15. Entamoeba histolytica calreticulin: an endoplasmic reticulum protein expressed by trophozoites into experimentally induced amoebic liver abscesses.

    PubMed

    González, Enrique; de Leon, Maria del Carmen García; Meza, Isaura; Ocadiz-Delgado, Rodolfo; Gariglio, Patricio; Silva-Olivares, Angelica; Galindo-Gómez, Silvia; Shibayama, Mineko; Morán, Patricia; Valadez, Alicia; Limón, Angelica; Rojas, Liliana; Hernández, Eric G; Cerritos, René; Ximenez, Cecilia

    2011-02-01

    Entamoeba histolytica calreticulin (EhCRT) is remarkably immunogenic in humans (90-100% of invasive amoebiasis patients). Nevertheless, the study of calreticulin in this protozoan is still in its early stages. The exact location, biological functions, and its role in pathogenesis are yet to be fully understood. The aim of the present work is to determine the location of EhCRT in virulent trophozoites in vivo and the expression of the Ehcrt gene during the development of experimentally induced amoebic liver abscesses (ALA) in hamsters. Antibodies against recombinant EhCRT were used for the immunolocalization of EhCRT in trophozoites through confocal microscopy; immunohistochemical assays were also performed on tissue sections of ALAs at different times after intrahepatic inoculation. The expression of the Ehcrt gene during the development of ALA was estimated through both in situ RT-PCR and real-time RT-PCR. Confocal assays of virulent trophozoites showed a distribution of EhCRT in the cytoplasmic vesicles of different sizes. Apparently, EhCRT is not exported into the hepatic tissue. Real-time RT-PCR demonstrated an over-expression of the Ehcrt gene at 30 min after trophozoite inoculation, reaching a peak at 1-2 h; thereafter, the expression fell sharply to its original levels. These results demonstrate for the first time in an in vivo model of ALA, the expression of Ehcrt gene in E. histolytica trophozoites and add evidence that support CRT as a resident protein of the ER in E. histolytica species. The in vivo experiments suggest that CRT may play an important role during the early stages of the host-parasite relationship, when the parasite is adapting to a new environment, although the protein seems to be constitutively synthesized. Moreover, trophozoites apparently do not export EhCRT into the hepatic tissue in ALA.

  16. Reevaluation of an Acanthamoeba Molecular Diagnostic Algorithm following an Atypical Case of Amoebic Keratitis.

    PubMed

    Lau, Rachel; Cunanan, Marlou; Jackson, Jonathan; Ali, Ibne Karim M; Chong-Kit, Ann; Gasgas, Jason; Tian, Jinfang; Ralevski, Filip; Boggild, Andrea K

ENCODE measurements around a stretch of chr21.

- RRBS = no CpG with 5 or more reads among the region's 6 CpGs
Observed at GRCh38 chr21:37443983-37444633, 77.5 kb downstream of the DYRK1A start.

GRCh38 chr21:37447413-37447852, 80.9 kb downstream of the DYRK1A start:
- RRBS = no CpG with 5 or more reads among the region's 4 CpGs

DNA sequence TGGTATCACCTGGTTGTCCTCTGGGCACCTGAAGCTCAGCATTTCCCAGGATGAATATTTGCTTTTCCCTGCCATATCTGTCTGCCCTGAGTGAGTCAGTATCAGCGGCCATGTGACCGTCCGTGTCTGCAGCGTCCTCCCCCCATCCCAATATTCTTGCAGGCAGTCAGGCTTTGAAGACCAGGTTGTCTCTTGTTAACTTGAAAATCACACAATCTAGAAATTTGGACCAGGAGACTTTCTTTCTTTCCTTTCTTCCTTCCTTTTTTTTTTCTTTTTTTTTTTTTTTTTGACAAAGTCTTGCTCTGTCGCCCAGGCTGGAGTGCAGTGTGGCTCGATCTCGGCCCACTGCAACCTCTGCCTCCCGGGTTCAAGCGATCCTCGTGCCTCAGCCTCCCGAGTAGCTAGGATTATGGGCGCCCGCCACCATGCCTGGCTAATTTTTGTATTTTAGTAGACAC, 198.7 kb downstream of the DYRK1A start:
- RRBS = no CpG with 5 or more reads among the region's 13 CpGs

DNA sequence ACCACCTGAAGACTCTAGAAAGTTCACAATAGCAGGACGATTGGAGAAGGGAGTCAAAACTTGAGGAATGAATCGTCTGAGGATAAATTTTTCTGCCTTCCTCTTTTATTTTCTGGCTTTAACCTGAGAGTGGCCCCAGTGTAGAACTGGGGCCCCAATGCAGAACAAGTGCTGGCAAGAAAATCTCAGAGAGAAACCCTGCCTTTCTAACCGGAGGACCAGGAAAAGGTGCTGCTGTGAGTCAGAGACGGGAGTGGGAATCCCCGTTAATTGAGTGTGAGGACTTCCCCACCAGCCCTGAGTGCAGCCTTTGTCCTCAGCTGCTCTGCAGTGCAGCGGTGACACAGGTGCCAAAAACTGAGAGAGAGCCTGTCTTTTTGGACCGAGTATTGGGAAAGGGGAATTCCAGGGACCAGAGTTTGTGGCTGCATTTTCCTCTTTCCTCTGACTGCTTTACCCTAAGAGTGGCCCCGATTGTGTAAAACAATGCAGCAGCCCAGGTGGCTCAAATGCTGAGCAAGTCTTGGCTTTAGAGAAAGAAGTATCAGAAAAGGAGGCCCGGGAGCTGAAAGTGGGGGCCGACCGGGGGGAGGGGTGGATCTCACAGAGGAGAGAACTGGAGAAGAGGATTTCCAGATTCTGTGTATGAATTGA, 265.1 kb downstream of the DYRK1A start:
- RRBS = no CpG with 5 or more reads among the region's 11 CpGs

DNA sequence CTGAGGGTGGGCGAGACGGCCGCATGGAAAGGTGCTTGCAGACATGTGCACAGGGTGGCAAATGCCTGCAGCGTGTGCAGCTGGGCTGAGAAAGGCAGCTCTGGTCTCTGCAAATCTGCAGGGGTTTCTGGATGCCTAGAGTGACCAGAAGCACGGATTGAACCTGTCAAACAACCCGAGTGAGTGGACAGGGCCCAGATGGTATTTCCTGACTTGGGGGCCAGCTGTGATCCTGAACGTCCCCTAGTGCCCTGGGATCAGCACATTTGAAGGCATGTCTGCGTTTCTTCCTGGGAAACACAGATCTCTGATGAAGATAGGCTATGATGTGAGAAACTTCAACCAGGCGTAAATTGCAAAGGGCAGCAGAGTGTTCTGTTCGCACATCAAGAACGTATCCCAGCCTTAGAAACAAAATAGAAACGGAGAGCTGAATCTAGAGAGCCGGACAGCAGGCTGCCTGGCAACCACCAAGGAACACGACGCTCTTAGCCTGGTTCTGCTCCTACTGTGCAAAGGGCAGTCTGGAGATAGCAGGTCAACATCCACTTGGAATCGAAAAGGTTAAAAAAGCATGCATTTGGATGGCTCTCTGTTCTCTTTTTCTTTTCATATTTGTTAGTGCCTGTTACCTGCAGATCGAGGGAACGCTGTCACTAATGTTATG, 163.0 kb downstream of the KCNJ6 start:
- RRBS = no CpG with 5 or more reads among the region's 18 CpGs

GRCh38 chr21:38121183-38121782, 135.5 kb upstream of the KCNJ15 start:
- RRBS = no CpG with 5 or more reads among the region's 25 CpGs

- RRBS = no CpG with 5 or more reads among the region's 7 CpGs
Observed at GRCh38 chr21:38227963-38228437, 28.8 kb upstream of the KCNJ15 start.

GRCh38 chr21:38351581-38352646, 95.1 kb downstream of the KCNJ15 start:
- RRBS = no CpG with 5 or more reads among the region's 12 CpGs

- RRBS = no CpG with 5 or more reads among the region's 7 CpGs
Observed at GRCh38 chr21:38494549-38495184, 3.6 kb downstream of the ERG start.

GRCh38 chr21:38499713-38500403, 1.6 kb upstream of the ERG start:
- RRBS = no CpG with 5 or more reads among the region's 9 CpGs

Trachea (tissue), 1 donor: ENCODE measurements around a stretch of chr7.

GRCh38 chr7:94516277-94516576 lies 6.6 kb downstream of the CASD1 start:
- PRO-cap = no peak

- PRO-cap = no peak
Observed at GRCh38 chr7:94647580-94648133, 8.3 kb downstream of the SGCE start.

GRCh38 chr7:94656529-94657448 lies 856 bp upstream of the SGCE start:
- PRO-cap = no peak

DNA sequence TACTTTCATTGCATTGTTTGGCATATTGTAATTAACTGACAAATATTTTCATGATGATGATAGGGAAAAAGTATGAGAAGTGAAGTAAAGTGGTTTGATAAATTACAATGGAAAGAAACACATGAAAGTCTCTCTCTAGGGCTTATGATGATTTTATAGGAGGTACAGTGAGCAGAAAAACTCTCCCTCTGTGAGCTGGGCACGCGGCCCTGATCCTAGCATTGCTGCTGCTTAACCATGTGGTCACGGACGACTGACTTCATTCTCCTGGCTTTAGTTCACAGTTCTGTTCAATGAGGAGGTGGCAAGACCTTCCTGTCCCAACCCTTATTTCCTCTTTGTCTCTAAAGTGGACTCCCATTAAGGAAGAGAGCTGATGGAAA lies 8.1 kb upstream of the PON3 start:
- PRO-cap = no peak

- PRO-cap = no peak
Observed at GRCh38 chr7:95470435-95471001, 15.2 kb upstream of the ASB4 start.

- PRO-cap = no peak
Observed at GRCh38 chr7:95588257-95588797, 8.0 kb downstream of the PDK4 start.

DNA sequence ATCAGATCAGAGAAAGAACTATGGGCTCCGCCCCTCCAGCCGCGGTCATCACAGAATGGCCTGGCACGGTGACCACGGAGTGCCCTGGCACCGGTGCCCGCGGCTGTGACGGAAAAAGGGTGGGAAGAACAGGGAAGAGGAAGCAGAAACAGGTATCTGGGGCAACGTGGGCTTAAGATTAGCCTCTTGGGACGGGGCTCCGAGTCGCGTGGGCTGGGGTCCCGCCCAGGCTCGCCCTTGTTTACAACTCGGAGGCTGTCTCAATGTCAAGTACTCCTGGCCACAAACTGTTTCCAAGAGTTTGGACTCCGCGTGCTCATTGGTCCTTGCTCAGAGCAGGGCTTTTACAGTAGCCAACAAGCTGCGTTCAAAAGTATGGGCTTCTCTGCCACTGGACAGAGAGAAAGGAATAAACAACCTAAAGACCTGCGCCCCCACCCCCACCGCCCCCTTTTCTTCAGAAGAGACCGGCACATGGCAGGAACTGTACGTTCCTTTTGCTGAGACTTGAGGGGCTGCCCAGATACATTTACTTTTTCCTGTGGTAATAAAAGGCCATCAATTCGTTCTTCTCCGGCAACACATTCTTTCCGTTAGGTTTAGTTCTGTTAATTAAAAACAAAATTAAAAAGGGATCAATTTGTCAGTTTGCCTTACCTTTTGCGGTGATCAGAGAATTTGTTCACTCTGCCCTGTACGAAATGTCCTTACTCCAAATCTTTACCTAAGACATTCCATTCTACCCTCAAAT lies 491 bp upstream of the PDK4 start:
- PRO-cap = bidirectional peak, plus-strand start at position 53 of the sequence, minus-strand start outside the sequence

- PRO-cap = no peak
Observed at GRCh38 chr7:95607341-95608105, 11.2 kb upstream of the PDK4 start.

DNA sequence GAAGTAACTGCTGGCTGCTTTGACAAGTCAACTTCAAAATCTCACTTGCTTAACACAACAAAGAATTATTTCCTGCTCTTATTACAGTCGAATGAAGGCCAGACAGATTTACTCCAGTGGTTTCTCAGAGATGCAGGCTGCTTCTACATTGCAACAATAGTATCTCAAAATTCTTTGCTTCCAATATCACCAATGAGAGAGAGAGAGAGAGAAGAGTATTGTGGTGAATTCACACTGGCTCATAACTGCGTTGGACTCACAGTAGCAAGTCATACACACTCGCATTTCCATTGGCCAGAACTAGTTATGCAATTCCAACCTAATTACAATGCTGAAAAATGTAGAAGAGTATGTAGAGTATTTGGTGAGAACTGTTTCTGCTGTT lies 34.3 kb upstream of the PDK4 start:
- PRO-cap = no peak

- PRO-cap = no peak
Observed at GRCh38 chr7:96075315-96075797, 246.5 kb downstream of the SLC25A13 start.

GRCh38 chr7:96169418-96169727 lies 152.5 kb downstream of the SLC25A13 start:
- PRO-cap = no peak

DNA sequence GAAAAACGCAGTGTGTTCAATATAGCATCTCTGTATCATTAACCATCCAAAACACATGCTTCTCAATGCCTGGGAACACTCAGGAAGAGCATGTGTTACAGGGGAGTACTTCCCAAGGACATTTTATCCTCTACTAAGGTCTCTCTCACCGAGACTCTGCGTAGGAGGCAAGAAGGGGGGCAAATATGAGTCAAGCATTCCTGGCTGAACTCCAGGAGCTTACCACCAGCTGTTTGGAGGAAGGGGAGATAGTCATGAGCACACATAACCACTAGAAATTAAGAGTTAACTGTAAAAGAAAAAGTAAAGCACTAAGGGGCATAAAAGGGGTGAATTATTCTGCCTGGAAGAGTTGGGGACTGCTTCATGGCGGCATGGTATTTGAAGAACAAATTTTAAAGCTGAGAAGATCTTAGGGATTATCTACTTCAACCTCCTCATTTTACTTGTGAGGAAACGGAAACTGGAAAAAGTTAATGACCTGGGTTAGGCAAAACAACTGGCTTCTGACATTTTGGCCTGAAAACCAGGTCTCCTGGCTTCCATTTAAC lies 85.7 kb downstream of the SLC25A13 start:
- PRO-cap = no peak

2015-10-01

    Amoebic keratitis (AK) is a potentially blinding infection, the prompt diagnosis of which is essential for limiting ocular morbidity. We undertook a quality improvement initiative with respect to the molecular detection of acanthamoebae in our laboratory because of an unusual case of discordance. Nine ATCC strains of Acanthamoeba and 40 delinked, biobanked, surplus corneal scraping specimens were analyzed for the presence of acanthamoebae with four separate real-time PCR assays. The assay used by the Free-Living and Intestinal Amebas Laboratory of the CDC was considered the reference standard, and the performance characteristics of each individual assay and pairs of assays were calculated. Outcome measures were sensitivity, specificity, positive predictive value (PPV), and negative predictive value (NPV). Of 49 included specimens, 14 (28.6%) were positive by the gold standard assay, and 35 (71.4%) were negative. The sensitivities of the individual assays ranged from 64.3% to 92.9%, compared to the gold standard, while the specificities ranged from 88.6% to 91.4%. The PPVs and NPVs ranged from 69.2% to 78.6% and from 86.1% to 96.9%, respectively. Combinations of assay pairs led to improved performance, with sensitivities ranging from 92.9% to 100% and specificities ranging from 97.1% to 100%. ATCC and clinical strains of Acanthamoeba that failed to be detected by certain individual assays included Acanthamoeba castellanii, Acanthamoeba culbertsoni, and Acanthamoeba lenticulata. For three clinical specimens, false negativity of the gold standard assay could not be excluded. Molecular diagnostic approaches, especially combinations of highly sensitive and specific assays, offer a reasonably performing, operator-independent, rapid strategy for the detection of acanthamoebae in clinical specimens and are likely to be more practical than either culture or direct microscopic detection.

  17. Long-term survival and virulence of Mycobacterium leprae in amoebal cysts.

    PubMed

    Wheat, William H; Casali, Amy L; Thomas, Vincent; Spencer, John S; Lahiri, Ramanuj; Williams, Diana L; McDonnell, Gerald E; Gonzalez-Juarrero, Mercedes; Brennan, Patrick J; Jackson, Mary

    2014-12-01